One of my favorite rap artists used to be a drug dealer and a pimp. He is not

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One of my favorite rap artists used to be a drug dealer and a pimp. He is not apologetic, but regularly brags about it. If I buy his albums, am I supporting drugs and pimping?

Perhaps, as you'd expect, it depends on what we mean.

One scenario: the artist used the profits from his musical career to underwrite drug dealing and prostitution. In that case, you're supporting drugs and pimping at least in the sense that you're helping to provide the cash that keeps it running.

Another scenario: the artist isn't dealing drugs and pimping, but his fame and the reach of his CD sales helps him encourage others to do what he used to do. In that case, your money is still supporting criminal activities, though quite a bit less directly.

I'm guessing the most likely scenario is this: far as you know, he isn't still carrying on any criminal enterprises. Far as you, he probably does mean to glorify those things, and far as you know, he probably does have at least some marginal success in encouraging others to do the things he used to do. In other words, even if he's no longer an active criminal, there's something unsavory here, and the more successful he is financially, the more that's so. But I'm also guessing that you just like his music and aren't interested in promoting drugs or pimping. Where does that leave you?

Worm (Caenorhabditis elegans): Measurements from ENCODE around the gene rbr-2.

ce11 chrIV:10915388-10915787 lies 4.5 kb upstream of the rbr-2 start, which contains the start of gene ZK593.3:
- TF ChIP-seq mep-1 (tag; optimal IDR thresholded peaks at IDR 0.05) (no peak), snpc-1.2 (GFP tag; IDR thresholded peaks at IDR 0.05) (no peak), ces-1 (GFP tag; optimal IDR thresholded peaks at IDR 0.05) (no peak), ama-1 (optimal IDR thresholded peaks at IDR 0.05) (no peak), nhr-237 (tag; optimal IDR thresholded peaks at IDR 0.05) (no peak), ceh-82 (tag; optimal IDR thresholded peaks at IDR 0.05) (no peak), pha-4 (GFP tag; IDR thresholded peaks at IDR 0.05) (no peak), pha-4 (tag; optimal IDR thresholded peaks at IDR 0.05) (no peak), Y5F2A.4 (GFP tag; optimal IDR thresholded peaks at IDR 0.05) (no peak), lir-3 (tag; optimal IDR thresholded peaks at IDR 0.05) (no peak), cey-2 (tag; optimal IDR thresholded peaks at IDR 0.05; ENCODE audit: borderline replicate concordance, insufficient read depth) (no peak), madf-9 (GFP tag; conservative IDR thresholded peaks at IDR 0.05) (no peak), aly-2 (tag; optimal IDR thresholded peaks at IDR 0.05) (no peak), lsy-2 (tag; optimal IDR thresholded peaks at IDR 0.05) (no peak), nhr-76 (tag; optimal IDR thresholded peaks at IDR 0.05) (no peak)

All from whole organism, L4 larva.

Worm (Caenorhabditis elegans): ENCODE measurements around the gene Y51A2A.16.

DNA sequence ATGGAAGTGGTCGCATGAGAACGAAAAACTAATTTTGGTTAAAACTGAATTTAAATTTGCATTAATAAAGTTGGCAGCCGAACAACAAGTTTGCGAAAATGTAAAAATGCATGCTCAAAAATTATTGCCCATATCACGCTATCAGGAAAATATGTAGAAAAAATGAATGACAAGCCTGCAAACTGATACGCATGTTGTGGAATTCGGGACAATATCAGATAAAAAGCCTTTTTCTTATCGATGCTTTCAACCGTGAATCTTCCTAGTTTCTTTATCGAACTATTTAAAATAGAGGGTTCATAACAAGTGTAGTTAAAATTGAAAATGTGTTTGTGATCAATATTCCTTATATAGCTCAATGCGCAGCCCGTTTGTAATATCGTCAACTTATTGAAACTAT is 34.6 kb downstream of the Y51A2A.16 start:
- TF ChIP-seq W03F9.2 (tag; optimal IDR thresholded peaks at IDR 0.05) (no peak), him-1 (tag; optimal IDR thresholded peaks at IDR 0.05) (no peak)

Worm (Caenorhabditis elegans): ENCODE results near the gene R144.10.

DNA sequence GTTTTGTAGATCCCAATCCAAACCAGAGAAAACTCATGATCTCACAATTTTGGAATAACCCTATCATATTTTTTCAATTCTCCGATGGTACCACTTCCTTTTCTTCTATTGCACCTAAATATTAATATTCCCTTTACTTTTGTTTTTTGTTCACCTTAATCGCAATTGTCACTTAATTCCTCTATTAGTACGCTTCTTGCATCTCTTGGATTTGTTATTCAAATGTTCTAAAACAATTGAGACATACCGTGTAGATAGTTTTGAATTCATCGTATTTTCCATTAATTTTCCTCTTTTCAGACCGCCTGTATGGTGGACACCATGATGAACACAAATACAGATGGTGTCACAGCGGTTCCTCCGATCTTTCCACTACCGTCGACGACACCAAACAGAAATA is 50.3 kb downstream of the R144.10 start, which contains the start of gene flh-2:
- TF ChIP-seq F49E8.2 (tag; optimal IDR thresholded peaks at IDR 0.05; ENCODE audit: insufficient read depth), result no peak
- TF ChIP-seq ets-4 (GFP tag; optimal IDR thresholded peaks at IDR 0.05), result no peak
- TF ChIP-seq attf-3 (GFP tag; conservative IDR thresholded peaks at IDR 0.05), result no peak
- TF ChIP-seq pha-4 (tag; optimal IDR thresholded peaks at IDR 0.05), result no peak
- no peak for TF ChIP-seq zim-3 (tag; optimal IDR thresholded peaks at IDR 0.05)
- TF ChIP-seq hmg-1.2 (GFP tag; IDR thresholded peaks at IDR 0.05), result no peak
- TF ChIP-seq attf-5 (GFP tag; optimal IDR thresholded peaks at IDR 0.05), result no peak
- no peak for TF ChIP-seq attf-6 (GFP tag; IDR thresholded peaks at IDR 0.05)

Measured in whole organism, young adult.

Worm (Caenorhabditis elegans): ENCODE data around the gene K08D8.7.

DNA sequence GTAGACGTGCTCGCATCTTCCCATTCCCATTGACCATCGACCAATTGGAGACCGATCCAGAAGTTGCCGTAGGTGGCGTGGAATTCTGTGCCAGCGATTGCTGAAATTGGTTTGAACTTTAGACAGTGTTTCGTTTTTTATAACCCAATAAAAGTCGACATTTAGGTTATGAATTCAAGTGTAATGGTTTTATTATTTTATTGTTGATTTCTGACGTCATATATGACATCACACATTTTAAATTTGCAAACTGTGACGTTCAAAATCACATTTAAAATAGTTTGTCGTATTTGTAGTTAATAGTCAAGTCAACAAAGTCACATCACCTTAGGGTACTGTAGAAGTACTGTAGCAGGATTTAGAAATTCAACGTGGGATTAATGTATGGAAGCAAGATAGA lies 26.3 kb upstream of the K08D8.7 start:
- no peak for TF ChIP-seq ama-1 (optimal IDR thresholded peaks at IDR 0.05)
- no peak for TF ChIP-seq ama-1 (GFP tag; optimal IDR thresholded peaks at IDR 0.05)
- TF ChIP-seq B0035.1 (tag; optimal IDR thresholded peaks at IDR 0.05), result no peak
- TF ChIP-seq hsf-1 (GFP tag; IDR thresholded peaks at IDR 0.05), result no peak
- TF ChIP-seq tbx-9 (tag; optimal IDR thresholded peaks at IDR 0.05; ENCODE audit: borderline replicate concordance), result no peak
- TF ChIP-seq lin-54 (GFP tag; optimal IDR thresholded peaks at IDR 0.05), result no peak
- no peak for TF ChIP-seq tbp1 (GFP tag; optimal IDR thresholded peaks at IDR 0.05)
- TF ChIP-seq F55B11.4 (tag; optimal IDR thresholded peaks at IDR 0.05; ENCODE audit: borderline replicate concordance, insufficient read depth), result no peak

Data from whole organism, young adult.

Nowhere particularly clear. On the one hand, most of us spend money that supports businesses whose practices may be undesirable even if not criminal, and many of us even know some specific cases. Corporation X sells a product I want, but contributes to causes I deplore, or engages in labor or environmental or business practices that I oppose. These days, purity isn't easy to come by. A few years ago, for better or worse, the town where I live declared itself a "nuclear free zone," meaning that they wouldn't do business with any company that had a stake in the nuclear industry. Turned out this was almost impossible to pull off without tying themselves in knots.

But there is a difference. I may buy something from a company whose practices I don't like. But when I do, I may be doing it with my nose held, so to speak -- in spite of what I don't like about them. I'm not vicariously indulging in their vices. That's where the music case seems a little different. The connections among the artist, the message and what the consumer expresses by supporting the artist seem tighter and more intimate. If someone spouts whole-heartedly misogynist lyrics, the excuse that I'm buying their records just because I like the music is a bit malodorous. Hiving off the obnoxious content from everything else and putting it in a box might be possible, but I have a feeling I'd suspect myself of bad faith.

Here's a case. Suppose that I stumbled across some artist whose language I didn't even speak. I start buying hisCDs, and then a friend who knows the language points out that what he's singing amounts to Nazi propaganda. I don't think I'd feel good about where my money went, and I don't think I'd want to put any more in the artist's coffers.

So: buying this artist's CDs isn't the worst thing you could do. But it doesn't seem entirely pure and innocent either. And the less incidental the glorification of crime to the music, the harder it is to claim that you've stayed on the unsullied side.

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